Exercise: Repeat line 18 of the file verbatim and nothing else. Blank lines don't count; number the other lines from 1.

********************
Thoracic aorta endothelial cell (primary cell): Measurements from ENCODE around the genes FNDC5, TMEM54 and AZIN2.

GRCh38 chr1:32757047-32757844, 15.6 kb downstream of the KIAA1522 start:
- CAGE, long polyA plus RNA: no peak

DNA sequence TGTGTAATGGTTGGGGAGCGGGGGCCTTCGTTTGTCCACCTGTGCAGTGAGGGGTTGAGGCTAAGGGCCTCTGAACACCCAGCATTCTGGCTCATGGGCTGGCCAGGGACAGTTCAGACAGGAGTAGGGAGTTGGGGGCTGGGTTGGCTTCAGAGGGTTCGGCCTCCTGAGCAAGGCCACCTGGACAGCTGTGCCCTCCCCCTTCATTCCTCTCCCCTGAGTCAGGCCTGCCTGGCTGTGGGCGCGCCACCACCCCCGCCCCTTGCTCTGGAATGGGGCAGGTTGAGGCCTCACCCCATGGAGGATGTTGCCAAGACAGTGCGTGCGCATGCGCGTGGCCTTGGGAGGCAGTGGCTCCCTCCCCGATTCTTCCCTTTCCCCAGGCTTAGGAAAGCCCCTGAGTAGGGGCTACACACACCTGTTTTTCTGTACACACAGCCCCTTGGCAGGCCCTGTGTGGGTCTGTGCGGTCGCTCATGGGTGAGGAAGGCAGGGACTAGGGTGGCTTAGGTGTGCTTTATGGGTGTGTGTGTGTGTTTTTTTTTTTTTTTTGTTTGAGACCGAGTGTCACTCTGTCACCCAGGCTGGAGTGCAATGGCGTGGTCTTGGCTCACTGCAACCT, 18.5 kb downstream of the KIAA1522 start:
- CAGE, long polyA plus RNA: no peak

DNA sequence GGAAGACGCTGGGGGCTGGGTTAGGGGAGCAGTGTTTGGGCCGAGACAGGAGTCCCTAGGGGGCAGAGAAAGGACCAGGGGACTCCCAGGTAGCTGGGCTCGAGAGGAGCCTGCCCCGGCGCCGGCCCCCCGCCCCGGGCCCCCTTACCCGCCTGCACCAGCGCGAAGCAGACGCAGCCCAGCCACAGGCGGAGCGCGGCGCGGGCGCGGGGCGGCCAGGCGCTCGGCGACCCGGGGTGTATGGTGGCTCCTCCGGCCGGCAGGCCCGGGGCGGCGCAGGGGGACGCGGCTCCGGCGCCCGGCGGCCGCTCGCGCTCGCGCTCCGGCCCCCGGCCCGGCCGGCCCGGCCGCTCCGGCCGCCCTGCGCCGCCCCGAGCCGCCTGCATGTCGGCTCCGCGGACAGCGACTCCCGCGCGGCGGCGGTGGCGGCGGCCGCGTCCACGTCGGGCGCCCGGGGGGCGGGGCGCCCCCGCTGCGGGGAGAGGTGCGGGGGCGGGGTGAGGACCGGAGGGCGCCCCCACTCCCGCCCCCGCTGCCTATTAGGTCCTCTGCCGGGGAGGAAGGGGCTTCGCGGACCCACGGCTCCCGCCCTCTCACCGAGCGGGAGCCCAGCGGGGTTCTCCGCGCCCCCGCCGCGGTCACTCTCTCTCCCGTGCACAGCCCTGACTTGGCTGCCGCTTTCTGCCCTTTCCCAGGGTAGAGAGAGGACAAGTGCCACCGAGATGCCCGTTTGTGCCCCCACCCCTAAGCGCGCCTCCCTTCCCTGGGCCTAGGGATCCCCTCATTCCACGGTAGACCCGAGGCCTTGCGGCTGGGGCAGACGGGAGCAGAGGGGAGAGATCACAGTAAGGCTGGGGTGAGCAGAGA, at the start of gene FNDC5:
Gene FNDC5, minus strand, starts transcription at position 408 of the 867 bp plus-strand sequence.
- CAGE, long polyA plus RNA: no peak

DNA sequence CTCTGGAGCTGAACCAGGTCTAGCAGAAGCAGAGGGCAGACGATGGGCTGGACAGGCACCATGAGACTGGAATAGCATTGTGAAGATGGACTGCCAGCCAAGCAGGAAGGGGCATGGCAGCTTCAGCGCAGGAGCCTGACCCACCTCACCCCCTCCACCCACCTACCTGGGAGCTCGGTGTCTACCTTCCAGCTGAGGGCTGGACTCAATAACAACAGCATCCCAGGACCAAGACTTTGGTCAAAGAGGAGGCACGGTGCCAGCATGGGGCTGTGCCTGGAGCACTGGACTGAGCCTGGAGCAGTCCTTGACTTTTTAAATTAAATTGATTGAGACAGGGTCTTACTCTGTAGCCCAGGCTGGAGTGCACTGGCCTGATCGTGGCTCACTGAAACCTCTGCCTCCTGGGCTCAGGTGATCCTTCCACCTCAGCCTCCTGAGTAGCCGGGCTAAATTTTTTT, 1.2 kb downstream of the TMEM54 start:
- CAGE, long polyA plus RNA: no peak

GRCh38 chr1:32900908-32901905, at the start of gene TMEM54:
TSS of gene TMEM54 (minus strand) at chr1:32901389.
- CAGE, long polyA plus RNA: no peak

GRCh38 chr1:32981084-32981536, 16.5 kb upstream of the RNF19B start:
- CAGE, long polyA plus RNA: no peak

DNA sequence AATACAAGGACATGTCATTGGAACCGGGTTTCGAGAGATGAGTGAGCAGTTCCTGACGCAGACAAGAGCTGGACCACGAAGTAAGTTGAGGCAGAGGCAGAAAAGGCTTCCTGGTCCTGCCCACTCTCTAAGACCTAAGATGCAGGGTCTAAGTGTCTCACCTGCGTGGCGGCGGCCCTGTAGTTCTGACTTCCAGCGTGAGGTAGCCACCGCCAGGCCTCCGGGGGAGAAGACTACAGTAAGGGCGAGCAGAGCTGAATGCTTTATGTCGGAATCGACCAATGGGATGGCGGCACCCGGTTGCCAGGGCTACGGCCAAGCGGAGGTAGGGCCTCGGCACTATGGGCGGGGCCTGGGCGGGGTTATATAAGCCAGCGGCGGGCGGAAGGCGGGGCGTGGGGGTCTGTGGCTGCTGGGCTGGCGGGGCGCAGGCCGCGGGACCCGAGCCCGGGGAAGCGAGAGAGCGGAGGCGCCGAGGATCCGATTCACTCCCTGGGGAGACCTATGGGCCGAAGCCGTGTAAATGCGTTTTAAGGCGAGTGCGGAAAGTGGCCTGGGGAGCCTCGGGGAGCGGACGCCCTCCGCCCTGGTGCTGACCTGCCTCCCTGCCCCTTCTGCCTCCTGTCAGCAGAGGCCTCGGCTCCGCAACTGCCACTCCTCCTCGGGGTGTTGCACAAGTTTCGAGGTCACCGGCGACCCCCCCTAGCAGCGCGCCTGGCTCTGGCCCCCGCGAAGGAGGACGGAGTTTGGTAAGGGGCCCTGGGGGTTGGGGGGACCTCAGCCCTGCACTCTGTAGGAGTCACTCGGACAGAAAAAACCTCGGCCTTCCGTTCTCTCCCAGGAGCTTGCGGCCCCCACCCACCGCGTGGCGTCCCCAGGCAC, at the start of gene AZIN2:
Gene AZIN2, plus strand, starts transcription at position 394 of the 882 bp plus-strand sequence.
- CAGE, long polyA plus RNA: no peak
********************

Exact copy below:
- CAGE, long polyA plus RNA: no peak